Check the most up-to-date travel restrictions, including border closures, before planning your trip and be sure to contact businesses prior to travel to book reservations and confirm availability.

 

Adventure awaits with these Canadian long weekend ideas. Whether you're looking to spend some time on the water, on land or in the air, every province and territory has activities to keep you challenged and help you unwind.

 

On the Water

River surfing on the Bow River by the 10th Street bridge in Calgary. Photo credit: Davey Lieske @davey_gravy

Calgary, Alberta: Urban surfing 

When you think of urban Calgary, you probably think of cowboys rather than surfers. You’ll be surprised to find you can ride a curl under the 10th Street Bridge, thanks to a permanent wave on the Bow River. Start your long weekend with a lesson and gear rental from the aptly named Outlier Surf Shop. On day two, intermediate and advanced surfers will want to drive  just 45 minutes from Calgary to surf the Lower Kananaskis River waves with equipment from Bow Valley Surf. End your weekend on a high in Calgary with a ‘flight’ at Altitude Flight Simulation and a sugary treat from Hoopla doughnut!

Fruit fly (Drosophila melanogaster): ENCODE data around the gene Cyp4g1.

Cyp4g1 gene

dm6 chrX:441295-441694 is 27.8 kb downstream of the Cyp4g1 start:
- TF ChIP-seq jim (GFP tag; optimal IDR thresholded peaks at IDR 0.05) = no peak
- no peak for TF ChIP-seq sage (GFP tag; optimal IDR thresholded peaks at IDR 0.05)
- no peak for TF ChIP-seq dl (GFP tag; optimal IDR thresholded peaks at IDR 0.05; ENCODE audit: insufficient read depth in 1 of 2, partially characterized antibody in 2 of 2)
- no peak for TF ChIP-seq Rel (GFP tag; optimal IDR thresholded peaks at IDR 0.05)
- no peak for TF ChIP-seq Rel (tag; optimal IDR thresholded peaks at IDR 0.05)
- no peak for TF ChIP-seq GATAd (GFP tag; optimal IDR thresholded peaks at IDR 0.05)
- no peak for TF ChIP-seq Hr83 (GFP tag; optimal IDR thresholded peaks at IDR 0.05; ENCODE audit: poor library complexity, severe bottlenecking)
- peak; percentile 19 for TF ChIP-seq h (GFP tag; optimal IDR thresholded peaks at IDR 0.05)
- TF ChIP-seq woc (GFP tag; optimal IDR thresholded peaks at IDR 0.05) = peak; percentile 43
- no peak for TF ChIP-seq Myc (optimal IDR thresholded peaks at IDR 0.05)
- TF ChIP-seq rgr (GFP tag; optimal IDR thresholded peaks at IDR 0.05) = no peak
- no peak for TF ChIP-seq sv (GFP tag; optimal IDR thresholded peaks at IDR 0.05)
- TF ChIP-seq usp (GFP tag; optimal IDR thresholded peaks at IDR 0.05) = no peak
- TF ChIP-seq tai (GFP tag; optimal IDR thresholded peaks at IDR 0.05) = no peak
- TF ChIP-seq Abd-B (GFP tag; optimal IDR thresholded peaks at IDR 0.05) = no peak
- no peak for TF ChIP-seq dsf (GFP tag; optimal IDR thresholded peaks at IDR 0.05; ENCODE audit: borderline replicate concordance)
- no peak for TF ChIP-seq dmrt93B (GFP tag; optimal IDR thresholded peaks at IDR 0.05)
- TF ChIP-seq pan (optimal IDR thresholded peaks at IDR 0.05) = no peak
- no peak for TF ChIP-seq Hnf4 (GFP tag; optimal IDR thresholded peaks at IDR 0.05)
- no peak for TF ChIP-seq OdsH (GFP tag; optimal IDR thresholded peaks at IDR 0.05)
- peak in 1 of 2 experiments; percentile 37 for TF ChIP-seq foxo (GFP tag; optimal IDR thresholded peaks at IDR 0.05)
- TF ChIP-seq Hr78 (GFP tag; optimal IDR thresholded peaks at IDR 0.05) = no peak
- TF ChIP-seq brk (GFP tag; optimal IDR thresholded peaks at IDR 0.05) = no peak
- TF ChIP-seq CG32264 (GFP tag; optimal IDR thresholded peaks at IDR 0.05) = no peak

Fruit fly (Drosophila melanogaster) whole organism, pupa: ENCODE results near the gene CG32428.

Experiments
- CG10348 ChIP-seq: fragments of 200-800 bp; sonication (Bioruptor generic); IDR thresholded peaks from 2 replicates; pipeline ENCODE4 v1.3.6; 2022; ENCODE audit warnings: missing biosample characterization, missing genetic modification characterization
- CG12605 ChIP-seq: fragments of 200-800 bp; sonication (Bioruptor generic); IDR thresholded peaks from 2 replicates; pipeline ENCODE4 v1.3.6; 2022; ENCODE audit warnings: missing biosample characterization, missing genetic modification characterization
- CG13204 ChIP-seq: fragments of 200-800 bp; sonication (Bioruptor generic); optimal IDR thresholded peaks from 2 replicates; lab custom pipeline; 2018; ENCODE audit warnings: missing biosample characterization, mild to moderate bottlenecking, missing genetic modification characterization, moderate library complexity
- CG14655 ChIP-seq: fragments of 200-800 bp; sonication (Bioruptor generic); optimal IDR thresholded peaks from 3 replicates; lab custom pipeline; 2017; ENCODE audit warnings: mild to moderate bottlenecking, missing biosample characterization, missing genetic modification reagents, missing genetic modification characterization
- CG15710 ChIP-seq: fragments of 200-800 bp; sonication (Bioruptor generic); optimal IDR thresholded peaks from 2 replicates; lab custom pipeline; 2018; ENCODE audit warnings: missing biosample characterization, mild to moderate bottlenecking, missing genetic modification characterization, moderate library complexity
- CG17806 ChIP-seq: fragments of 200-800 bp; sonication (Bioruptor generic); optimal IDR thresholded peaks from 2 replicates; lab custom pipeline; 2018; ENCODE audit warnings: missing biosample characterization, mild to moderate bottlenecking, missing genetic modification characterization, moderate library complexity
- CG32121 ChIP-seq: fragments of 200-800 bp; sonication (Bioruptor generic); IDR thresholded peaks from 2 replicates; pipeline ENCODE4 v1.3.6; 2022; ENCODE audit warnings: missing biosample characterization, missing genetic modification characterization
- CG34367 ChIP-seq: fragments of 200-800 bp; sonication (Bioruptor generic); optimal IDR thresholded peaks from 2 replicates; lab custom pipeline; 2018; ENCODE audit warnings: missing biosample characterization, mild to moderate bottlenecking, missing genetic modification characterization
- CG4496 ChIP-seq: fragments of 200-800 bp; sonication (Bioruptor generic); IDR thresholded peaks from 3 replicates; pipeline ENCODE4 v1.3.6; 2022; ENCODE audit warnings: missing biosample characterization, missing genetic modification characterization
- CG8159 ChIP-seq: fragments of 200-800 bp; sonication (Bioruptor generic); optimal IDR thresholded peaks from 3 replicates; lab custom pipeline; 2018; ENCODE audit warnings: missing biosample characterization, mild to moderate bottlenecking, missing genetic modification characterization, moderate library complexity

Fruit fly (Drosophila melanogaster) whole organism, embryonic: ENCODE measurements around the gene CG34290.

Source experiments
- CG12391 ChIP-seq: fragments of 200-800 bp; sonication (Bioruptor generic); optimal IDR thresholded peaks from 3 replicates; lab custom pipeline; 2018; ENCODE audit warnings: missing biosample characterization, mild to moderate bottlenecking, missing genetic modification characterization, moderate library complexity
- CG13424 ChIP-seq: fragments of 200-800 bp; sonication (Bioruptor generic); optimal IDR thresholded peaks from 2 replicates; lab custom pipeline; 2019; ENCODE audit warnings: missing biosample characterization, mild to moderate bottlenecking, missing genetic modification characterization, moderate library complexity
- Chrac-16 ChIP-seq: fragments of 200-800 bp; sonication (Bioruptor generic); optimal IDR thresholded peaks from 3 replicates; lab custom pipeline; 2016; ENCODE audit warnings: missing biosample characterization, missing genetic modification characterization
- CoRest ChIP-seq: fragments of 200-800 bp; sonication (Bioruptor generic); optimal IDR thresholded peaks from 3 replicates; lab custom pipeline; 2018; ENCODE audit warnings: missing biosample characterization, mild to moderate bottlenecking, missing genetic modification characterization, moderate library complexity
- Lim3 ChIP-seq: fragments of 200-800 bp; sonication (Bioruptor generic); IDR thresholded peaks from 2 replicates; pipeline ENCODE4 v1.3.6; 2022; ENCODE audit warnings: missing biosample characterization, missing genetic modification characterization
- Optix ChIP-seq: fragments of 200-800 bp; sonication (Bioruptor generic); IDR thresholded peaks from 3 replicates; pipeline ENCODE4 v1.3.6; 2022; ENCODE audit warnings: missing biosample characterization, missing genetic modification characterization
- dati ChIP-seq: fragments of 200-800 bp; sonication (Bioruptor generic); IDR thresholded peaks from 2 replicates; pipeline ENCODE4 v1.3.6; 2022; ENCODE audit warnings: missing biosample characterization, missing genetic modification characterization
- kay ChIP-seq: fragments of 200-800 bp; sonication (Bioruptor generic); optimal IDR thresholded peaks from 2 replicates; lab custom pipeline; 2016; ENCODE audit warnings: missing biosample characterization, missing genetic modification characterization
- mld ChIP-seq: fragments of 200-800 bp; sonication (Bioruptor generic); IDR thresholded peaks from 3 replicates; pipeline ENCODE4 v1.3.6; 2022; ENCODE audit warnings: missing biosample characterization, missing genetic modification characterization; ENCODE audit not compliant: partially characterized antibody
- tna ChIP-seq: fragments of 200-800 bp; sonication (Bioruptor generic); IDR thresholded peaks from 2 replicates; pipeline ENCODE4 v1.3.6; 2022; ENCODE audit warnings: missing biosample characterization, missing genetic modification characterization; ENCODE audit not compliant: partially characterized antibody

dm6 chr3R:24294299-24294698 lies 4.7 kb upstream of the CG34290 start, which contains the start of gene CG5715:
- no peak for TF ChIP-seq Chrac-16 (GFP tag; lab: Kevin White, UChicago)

Northwest Territories: Fishing and wilderness

Yellowknife is a not-to-be missed destination on the rocky shores of Great Slave Lake within casting distance of some truly outstanding fishing. Book a long weekend’s stay at an all-inclusive lodge, design a custom guided tour, rent a cabin or houseboat for the whole family. No matter your choice you’ll rise with the sun each morning to pull the night’s supper from clear lake waters. (Note: Locals and Nunavut residents can visit the Northwest Territories. Other travellers must undertake a mandatory 14-day self-isolation upon arrival. Updated October 19, 2020.)

 

Montréal, Quebec: Surfing and island vibes

Chic, multicultural Montréal is the perfect place to start your island-inspired surfing weekend with Oasis Surf Club lessons. On day two of your vacation, hire an instructor and head for the St. Lawrence River’s most accessible standing wave, La Vague à Guy by Habitat 67. In the evening, take a deep dive into the rich culinary culture of another island, Haiti, with a dinner at Agrikol (order a Ti punch, a French-Caribbean speciality). On your last day, shake off your rum-fueled night with a hike up to the highest point of the urban island of Montréal, Mount Royal. Before heading home, soothe your sore muscles aboard Bota Bota, a floating spa in the beautiful Old Port of Montreal.